(2) & (3) To enable more effective marine environmental management, the Government revamped the Inter-departmental Working Group on Clean Shorelines that was only responsible for coordinating efforts on handling marine refuse in the past and renamed it as Inter-departmental Working Group on Marine Environmental Management (the Working Group) in January last year, with its terms of reference expanded to tackle all marine environmental incidents under the coordination of the Environment Bureau. The Task Force on Emergency Response to Marine Environmental Incidents (the Task Force) is set up under the Working Group, with members comprising various departments including the Agriculture, Fisheries and Conservation Department (AFCD), the Marine Department (MD), the Environmental Protection Department, the Department of Health, the Fire Services Department, the Food and Environmental Hygiene Department, the Government Flying Service, the Government Laboratory, the Hong Kong Police Force and the Leisure and Cultural Services Department. The Task Force assumes a coordination role, and will conduct investigation and assess impact on the environment and ecosystem according to the nature of the incident and initiate appropriate mitigation and preventive measures.

     As regards support to mariculturists, in normal circumstances, once the MD officers are aware of the occurrence of a marine environmental incident, they will immediately notify the concerned departments, implement contingency measures and monitor the situation of the waters nearby. The departments concerned will maintain close communication with the relevant stakeholders regarding the incident and provide support to them. For example, upon receiving reports of marine incidents, AFCD will take the initiative to alert mariculturists in the nearby fish culture zones (FCZs) that may be affected, and inspect the FCZs concerned to assess the potential impacts on the cultured fish. Having regard to the actual situation of an incident, AFCD will endeavour to provide assistance to affected mariculturists and closely monitor the water quality of the FCZs, with a view to minimising the impacts.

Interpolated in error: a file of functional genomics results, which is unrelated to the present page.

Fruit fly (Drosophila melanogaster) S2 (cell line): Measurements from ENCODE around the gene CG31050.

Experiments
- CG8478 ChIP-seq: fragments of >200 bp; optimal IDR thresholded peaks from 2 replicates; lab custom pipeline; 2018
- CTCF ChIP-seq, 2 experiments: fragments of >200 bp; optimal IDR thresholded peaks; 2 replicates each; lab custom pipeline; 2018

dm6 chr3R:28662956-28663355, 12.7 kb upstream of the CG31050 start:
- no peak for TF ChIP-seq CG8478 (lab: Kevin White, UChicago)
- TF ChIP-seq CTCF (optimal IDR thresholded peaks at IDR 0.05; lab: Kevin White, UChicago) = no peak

In the circumstance of a person claiming compensation in respect of a marine incident through civil litigation procedure, it is an individual decision and action. The Government is not a party in the litigation procedure. At present, Legal Aid Schemes are put in place by the Legal Aid Department to provide legal representation for the legal proceedings to eligible applicants with lack of means. Moreover, AFCD will provide affected mariculturists or other individuals with environmental monitoring data and/or fish test results as they may need. Similarly, depending on the situations, MD can furnish details such as the timing, location and vessels involved in marine incidents. Marine accident investigation reports of serious and very serious accidents together with lessons learnt are also made available on the website of MD for public viewing with the aim of avoiding or reducing similar accidents in future. Mariculturists or other individuals could make reference of the information from these sources.

     In addition to the above measures, to keep the public abreast of the latest situation, we will provide the public with the updates of an incident through press releases and other channels in a timely manner. Such information includes the latest development of the incident, affected waters, monitoring results, whether the environment and ecosystem are affected and the follow-up actions taken by various departments.

     Finally, I would like to clarify one point – the first paragraph of the question mentioned an oil tanker spilling 9 000 tonnes of palm stearin after a collision incident in August 2017. Based on investigation results, the amount of palm stearin spilled in the incident was about 1 000 tonnes.

     Thank you, President.
Ends/Wednesday, February 20, 2019
Issued at HKT 15:35